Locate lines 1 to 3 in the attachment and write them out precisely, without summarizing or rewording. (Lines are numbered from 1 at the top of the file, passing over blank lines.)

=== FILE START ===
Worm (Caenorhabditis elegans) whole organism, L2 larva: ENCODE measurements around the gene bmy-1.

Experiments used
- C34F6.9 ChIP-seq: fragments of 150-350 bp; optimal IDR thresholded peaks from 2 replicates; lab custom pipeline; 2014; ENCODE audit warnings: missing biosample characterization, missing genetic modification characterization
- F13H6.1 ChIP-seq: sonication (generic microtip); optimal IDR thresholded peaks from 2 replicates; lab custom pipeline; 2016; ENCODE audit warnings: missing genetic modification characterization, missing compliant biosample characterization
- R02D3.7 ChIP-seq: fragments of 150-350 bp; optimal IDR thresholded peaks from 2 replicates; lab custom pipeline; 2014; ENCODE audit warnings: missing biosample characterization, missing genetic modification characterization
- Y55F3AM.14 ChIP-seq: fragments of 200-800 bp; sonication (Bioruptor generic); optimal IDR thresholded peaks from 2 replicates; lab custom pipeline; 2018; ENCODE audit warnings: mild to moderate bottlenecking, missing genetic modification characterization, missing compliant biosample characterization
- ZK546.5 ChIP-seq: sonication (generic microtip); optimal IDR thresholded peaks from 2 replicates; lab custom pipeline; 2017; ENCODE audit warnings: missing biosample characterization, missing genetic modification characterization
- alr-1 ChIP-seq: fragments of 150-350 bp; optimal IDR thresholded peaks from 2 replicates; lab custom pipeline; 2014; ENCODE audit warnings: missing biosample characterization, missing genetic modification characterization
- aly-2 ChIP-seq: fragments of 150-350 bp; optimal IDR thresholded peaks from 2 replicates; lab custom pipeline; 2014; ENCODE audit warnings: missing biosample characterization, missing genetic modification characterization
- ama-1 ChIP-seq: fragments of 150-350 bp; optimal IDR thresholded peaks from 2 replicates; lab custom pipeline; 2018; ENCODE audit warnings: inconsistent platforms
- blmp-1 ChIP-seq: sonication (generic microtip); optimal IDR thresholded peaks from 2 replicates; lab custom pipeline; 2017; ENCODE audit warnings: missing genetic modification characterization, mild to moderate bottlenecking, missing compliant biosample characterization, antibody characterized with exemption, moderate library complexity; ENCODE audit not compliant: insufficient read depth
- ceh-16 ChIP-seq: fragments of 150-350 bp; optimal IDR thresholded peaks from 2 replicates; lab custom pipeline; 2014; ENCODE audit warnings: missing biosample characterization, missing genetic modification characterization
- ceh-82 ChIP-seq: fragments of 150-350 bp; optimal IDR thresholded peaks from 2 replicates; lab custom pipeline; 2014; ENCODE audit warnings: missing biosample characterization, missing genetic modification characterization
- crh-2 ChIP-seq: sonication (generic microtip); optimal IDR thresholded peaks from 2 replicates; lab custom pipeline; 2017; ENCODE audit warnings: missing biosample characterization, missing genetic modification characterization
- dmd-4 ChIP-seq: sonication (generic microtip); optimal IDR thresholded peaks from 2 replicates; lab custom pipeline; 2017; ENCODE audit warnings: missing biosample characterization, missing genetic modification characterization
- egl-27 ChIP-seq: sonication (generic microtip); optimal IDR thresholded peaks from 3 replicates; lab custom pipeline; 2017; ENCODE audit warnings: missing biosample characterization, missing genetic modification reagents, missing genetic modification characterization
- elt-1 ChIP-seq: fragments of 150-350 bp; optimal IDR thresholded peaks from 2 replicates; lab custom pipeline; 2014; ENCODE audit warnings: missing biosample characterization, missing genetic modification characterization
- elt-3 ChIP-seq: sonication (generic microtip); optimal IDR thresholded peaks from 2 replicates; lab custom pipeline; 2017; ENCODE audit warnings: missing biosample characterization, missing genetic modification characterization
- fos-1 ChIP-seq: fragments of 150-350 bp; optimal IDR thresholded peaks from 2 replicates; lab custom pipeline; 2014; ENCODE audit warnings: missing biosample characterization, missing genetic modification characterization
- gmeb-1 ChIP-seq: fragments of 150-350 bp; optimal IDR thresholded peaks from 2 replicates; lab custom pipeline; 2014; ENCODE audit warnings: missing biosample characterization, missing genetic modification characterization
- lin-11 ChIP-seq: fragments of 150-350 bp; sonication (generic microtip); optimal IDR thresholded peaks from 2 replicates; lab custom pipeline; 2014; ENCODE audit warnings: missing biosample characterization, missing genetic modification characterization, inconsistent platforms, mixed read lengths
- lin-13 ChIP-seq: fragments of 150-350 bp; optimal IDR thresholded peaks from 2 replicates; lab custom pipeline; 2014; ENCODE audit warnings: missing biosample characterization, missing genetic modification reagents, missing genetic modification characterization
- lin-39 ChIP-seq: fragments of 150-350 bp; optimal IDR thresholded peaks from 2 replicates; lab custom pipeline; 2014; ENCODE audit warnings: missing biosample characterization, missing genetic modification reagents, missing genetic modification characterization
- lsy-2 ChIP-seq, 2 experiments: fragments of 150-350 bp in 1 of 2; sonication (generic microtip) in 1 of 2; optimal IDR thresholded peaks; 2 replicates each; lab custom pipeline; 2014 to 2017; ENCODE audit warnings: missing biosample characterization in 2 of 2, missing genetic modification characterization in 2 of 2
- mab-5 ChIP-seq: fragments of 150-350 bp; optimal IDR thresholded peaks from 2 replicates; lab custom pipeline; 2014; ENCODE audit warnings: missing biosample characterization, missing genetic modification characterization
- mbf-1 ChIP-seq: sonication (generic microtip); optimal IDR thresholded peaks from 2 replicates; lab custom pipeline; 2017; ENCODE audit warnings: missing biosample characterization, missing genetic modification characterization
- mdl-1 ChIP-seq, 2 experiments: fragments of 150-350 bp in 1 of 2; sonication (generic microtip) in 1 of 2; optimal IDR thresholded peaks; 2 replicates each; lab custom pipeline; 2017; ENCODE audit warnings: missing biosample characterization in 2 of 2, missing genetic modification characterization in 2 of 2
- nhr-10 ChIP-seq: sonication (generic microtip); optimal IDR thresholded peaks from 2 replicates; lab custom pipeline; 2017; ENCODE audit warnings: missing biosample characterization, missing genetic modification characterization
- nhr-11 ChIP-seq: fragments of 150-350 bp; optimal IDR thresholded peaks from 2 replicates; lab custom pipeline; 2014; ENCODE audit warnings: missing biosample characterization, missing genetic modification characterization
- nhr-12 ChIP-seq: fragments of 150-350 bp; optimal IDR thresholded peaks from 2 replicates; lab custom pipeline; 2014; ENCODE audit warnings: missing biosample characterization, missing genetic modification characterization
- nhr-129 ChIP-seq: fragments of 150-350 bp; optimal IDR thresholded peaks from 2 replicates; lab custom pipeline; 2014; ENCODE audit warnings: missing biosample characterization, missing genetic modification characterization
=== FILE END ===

Worm (Caenorhabditis elegans) whole organism, L2 larva: ENCODE measurements around the gene bmy-1.

Experiments used
- C34F6.9 ChIP-seq: fragments of 150-350 bp; optimal IDR thresholded peaks from 2 replicates; lab custom pipeline; 2014; ENCODE audit warnings: missing biosample characterization, missing genetic modification characterization